Work Health and Safety Heat Related Illness

Heat Related Illness

Sun close up.

Australia is well known for its temperature extremes, with scorching hot summers. Working in hot and/or humid environments can be uncomfortable, but more importantly lead to a heat-related illness, which can be fatal.

Heat is a hazard that can cause heat-related illness. Preventative strategies are needed for both indoor and outdoor work environments to address the risks working in heat poses for workers, as well as potential losses in productivity.

The Work Health and Safety Act 2011 (Qld) requires employers to provide and maintain, so far as reasonably practicable, a working environment in which workers are not exposed to hazards.  This applies to any risk to safety and health including illness from working in heat.

Fact Sheet 2022 - Heat Related Illness

Watch SafeWork South  Australia's Film on Heat Awareness

Heat stress tools can be useful. These tools can provide an indication of the level of risk, suggesting that further control is required. They are not an indication of whether work should proceed or not.

Sports Medicine Australia - Extreme Heat

A great resource developed by the leading Sports Medicine Organisation in the world. Discusses assessing heat related illness risk for various physical activities and cooling strategies amongst other topics.

Heat Stress Calculator - eTool from Work Health and Safety QLD

Online calculator to provide guidance on heat

Heat Stress factors combine to create a total heat load on the body. Heat sources can come from:

  • Humidity
  • Temperature
  • PPE/Clothing
  • Metabolic Heart
  • Radiant Heat
  • Air  Movement

Supervisors and workers should assess these factors and work to eliminate these risks or use other safety controls such as substitution, isolation, engineering or administrative actions to minimise the hazards. Refer to WHS-PRO-002 WHS Risk Management Procedure (Section 3) for more information and guidance on using these controls.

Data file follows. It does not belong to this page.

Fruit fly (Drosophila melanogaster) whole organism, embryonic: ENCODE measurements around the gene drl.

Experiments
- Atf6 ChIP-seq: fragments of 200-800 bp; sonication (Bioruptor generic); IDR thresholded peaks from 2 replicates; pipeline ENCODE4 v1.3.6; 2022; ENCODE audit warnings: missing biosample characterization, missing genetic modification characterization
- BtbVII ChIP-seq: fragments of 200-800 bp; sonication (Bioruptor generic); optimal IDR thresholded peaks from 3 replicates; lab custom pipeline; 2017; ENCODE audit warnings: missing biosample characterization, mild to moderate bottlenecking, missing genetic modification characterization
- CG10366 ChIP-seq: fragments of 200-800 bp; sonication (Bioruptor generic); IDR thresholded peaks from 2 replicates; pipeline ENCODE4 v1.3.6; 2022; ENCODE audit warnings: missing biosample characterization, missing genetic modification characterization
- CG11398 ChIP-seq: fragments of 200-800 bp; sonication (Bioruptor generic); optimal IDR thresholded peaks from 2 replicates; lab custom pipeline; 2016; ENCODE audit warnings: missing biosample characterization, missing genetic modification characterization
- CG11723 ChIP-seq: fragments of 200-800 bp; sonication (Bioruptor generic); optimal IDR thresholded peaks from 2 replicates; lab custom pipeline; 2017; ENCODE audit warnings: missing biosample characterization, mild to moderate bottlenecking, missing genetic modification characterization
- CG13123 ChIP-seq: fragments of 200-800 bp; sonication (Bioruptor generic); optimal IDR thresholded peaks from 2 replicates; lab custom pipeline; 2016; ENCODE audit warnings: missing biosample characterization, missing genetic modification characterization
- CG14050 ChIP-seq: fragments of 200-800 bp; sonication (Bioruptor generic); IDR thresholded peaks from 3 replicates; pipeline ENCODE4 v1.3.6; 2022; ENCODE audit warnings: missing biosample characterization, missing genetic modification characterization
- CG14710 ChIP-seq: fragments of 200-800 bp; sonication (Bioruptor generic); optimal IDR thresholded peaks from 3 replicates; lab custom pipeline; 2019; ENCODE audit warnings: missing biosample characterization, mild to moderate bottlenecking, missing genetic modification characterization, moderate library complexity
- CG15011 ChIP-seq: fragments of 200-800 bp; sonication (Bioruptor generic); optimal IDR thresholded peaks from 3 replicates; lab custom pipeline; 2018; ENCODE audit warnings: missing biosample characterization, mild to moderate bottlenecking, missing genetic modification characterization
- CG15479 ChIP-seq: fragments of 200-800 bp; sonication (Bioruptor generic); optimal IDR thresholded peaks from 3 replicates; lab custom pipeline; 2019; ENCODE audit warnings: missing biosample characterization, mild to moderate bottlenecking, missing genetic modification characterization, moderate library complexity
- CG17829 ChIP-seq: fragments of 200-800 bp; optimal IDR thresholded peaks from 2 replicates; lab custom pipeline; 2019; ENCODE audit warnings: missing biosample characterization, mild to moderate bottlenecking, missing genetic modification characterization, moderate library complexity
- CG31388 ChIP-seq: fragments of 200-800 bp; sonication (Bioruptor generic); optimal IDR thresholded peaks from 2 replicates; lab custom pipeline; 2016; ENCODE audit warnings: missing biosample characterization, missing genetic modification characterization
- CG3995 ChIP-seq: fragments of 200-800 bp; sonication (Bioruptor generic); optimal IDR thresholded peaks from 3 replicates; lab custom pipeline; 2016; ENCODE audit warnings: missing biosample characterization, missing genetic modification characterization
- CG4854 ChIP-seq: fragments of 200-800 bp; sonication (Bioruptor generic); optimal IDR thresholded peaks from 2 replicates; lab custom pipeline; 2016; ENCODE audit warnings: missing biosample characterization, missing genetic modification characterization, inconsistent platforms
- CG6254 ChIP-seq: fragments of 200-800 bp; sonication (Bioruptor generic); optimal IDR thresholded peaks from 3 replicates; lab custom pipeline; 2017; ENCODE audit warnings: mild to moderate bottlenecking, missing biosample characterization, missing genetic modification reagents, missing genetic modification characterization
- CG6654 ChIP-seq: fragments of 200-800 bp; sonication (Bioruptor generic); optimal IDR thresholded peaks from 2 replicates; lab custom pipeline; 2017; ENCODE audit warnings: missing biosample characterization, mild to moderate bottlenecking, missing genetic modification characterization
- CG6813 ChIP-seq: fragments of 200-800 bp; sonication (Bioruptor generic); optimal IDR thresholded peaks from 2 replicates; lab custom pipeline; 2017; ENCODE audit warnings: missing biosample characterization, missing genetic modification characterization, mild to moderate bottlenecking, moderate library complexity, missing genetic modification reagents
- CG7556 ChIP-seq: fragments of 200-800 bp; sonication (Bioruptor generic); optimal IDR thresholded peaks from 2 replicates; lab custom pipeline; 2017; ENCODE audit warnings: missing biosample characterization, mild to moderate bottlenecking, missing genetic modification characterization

Key controls:

  • Schedule more physically demanding tasks for the cooler parts of the day during November to February
  • Use equipment or plant to reduce physical demands (e.g. ride on mower instead of push mower)
  • Install temporary shade
  • Increase air movement using fan
  • Modify reflective surfaces
  • Increase work break frequency, job rotation of tasks and slow down the pace of work if possible
  • Wear loose fitting, lightweight clothes or self-cooling garments
  • Keep an eye on new coworkers, who are not fully acclimatised to our extremes of temperatures
  • Take breaks during the day in cool, shaded areas or air-conditioned room to bring your core temperature down
  • Try drinking cold fluids or ice slushies before physical activity. Note that cold water and ice slushy ingestion during physical activity is actually less effective for cooling!
  • Water dousing – wetting your skin with cool water using a sponge or a spray bottle helps to increase evaporation
  • Placing an ice pack or damp towel filled with crushed ice around your neck
  • Wrapping in a tarp filled with ice slurry—ice water cooling (immersion and ice tarp ‘taco’) cools the core by 0.2°C per minute, which is twice as fast as enhancing evaporative cooling by covering the body in soaked towels. Great option for field work.
  • TACO method - Reference: Link

You - Self Monitor early warning signsCoworker - What to look for when monitoring others
  • Thirsty
  • Dry Lips and tongue
  • Slowed mental function / low performance
  • Reduced or dark urine
  • Inability to continue the activity
  • High body temperature
  • Dizziness and faintness
  • Nausea, vomiting or diarrhoea